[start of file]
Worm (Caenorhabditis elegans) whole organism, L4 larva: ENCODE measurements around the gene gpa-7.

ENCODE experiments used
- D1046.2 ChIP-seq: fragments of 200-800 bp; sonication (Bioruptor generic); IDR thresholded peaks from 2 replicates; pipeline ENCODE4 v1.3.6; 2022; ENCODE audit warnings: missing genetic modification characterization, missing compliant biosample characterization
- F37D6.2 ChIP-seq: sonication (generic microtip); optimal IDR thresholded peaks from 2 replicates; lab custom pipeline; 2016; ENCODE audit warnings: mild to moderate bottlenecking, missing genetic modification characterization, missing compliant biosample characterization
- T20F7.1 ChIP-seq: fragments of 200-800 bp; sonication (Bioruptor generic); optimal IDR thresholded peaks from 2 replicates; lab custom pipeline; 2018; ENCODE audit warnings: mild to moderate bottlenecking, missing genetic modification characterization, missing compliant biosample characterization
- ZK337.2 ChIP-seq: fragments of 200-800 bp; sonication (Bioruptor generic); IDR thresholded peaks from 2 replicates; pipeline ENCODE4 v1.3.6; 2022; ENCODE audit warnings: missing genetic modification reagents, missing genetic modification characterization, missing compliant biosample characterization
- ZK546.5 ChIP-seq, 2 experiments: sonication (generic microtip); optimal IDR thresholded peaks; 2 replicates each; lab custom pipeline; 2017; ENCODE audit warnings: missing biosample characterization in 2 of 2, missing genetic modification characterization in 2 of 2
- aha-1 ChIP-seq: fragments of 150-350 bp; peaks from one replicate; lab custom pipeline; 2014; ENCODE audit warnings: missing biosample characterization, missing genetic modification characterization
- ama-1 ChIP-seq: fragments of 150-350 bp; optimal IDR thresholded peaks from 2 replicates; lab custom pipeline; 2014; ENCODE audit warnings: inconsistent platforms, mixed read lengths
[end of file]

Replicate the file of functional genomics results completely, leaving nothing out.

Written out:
Worm (Caenorhabditis elegans) whole organism, L4 larva: ENCODE measurements around the gene gpa-7.

ENCODE experiments used
- D1046.2 ChIP-seq: fragments of 200-800 bp; sonication (Bioruptor generic); IDR thresholded peaks from 2 replicates; pipeline ENCODE4 v1.3.6; 2022; ENCODE audit warnings: missing genetic modification characterization, missing compliant biosample characterization
- F37D6.2 ChIP-seq: sonication (generic microtip); optimal IDR thresholded peaks from 2 replicates; lab custom pipeline; 2016; ENCODE audit warnings: mild to moderate bottlenecking, missing genetic modification characterization, missing compliant biosample characterization
- T20F7.1 ChIP-seq: fragments of 200-800 bp; sonication (Bioruptor generic); optimal IDR thresholded peaks from 2 replicates; lab custom pipeline; 2018; ENCODE audit warnings: mild to moderate bottlenecking, missing genetic modification characterization, missing compliant biosample characterization
- ZK337.2 ChIP-seq: fragments of 200-800 bp; sonication (Bioruptor generic); IDR thresholded peaks from 2 replicates; pipeline ENCODE4 v1.3.6; 2022; ENCODE audit warnings: missing genetic modification reagents, missing genetic modification characterization, missing compliant biosample characterization
- ZK546.5 ChIP-seq, 2 experiments: sonication (generic microtip); optimal IDR thresholded peaks; 2 replicates each; lab custom pipeline; 2017; ENCODE audit warnings: missing biosample characterization in 2 of 2, missing genetic modification characterization in 2 of 2
- aha-1 ChIP-seq: fragments of 150-350 bp; peaks from one replicate; lab custom pipeline; 2014; ENCODE audit warnings: missing biosample characterization, missing genetic modification characterization
- ama-1 ChIP-seq: fragments of 150-350 bp; optimal IDR thresholded peaks from 2 replicates; lab custom pipeline; 2014; ENCODE audit warnings: inconsistent platforms, mixed read lengths